Björk, Iceland's queen of conceptual art-pop, is back with an album full of emotional fallout and heartache
BY DEE IVA
The cover of Björk’s latest album 'Vulnicura', designed by duo M/M (Paris) with portraits by Inez van Lamsweerde and Vinoodh Matadin, sends out a powerful message. Pop’s artful dodger has returned and demands our attention, but this time she’s cut herself open to lay herself bare. Having separated from long-term partner and outsider artist Matthew Barney, Björk wants us to feel her pain too, and she’s raw and bleeding from the blow. Indeed, the luminous quality of the album artwork belies the darker mood within.
'Vulnicura'’s lyrics chart the Icelandic songstress's frustrations and ultimate desolation ('vulnicura' means 'cure for wounds'). Opening track Stonemilker sees Björk asking for ‘emotional respect’ and wanting to synchronise her feelings with those of her former lover. On Atom Dance she aims to peel off ‘dead layers of loveless love’ declaring that ‘no one is a lover alone’. Set against a landscape of stuttering drum machines, haunting strings and atonal chord structures, this makes for uncomfortable listening because this time you know it’s for real. Emotions unravel in 10-minute epic 'Black Lake', a traumatic purging of anguish, pointing a path out of loss.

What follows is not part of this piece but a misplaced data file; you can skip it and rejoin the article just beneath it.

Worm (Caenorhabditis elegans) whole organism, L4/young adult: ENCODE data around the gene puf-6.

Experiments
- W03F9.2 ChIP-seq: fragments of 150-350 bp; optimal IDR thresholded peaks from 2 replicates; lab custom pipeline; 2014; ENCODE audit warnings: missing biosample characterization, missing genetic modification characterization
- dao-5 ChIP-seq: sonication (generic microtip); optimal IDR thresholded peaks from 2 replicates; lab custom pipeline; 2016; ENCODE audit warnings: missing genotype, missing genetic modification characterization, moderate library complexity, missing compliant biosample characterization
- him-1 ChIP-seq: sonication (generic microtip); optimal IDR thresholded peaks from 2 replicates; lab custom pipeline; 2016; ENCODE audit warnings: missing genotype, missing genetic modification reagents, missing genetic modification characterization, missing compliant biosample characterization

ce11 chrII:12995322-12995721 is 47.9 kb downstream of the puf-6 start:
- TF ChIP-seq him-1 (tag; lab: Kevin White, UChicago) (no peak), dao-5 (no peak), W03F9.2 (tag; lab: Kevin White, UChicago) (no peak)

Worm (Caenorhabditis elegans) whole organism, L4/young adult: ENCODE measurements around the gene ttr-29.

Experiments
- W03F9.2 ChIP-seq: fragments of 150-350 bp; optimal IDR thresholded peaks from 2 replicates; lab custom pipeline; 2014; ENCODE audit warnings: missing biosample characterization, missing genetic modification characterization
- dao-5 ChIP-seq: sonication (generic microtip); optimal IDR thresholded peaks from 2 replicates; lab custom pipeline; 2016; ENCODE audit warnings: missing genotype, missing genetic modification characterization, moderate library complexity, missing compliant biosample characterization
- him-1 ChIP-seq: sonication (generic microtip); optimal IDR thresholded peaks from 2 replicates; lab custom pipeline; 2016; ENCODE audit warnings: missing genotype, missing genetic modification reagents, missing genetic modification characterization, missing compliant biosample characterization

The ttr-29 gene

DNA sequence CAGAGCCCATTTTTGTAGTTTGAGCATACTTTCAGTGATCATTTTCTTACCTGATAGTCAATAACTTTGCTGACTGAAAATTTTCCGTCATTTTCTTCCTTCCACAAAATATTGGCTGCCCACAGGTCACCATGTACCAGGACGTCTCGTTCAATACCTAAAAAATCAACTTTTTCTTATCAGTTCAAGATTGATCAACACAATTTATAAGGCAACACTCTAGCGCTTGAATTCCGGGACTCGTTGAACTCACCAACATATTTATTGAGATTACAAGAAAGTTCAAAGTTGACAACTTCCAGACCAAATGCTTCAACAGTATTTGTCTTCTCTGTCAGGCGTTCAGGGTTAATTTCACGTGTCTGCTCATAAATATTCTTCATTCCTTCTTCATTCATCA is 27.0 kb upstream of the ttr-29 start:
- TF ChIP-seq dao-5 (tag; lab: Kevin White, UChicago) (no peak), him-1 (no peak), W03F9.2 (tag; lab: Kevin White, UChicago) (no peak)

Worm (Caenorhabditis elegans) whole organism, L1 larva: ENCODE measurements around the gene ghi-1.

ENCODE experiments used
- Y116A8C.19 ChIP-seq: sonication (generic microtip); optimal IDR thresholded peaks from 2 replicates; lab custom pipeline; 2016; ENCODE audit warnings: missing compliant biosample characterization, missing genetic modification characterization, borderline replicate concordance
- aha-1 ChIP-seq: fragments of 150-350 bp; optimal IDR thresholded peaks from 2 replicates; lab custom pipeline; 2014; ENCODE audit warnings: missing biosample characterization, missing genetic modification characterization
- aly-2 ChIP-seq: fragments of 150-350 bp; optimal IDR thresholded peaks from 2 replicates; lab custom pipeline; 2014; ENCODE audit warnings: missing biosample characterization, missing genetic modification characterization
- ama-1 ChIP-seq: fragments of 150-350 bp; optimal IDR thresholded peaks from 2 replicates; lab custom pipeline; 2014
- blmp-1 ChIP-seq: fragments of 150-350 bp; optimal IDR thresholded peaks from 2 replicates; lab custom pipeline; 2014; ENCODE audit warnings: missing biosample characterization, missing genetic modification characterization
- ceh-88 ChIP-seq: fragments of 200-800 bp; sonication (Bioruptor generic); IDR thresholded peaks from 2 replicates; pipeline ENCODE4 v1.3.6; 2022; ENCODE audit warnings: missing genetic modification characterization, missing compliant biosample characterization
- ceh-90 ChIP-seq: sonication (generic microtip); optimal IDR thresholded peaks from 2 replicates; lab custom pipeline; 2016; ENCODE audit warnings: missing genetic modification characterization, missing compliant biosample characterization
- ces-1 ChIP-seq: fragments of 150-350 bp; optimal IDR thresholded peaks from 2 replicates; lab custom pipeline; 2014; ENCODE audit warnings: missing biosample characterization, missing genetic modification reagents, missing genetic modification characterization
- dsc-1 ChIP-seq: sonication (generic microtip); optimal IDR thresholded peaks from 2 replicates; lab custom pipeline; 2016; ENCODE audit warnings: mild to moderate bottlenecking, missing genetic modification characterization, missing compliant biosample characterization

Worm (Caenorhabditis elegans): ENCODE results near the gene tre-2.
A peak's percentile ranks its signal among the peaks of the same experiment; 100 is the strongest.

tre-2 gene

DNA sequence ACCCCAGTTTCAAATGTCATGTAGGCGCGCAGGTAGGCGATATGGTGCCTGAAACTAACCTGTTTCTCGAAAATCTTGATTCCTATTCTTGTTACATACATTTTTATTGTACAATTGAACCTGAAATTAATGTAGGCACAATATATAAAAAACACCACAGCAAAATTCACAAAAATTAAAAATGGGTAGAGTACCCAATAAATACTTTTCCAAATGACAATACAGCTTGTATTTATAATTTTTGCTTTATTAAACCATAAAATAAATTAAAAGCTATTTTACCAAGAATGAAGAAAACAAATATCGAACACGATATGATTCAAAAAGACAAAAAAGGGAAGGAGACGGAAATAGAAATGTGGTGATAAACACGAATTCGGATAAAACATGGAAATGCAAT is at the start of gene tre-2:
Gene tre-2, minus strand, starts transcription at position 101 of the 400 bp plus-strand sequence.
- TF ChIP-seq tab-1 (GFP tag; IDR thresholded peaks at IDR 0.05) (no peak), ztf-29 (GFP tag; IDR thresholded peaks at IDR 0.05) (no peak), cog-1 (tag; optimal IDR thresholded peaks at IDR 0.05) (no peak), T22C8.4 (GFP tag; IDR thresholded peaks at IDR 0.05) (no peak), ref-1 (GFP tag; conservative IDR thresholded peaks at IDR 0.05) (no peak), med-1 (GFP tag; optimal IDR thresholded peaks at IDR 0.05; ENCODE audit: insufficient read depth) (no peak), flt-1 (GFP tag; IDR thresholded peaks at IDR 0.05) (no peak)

There’s no room for dancing here and the atmosphere is somewhat gloomy but there’s a raw beauty at work too. Like Laurie Anderson before her, Björk doesn’t seem to be particularly concerned with commercial success anymore, preferring to operate in the outer limits of pop. This experimental approach to songwriting sees her dispensing with the usual catchy hook lines, making 'Vulnicura' a brave body of avant-garde break-up anthems. As Joy Division once said, 'Love will tear us apart’…
'Vulnicura' is out on One Little Indian and is available now on iTunes, with CD and album release on 9 March. 'Björk', a retrospective at New York's MoMa, runs from 8 March to 7 June 2015. A new book of essays and pictures, 'Björk: Archives' is published on 30 March (Thames & Hudson, £40).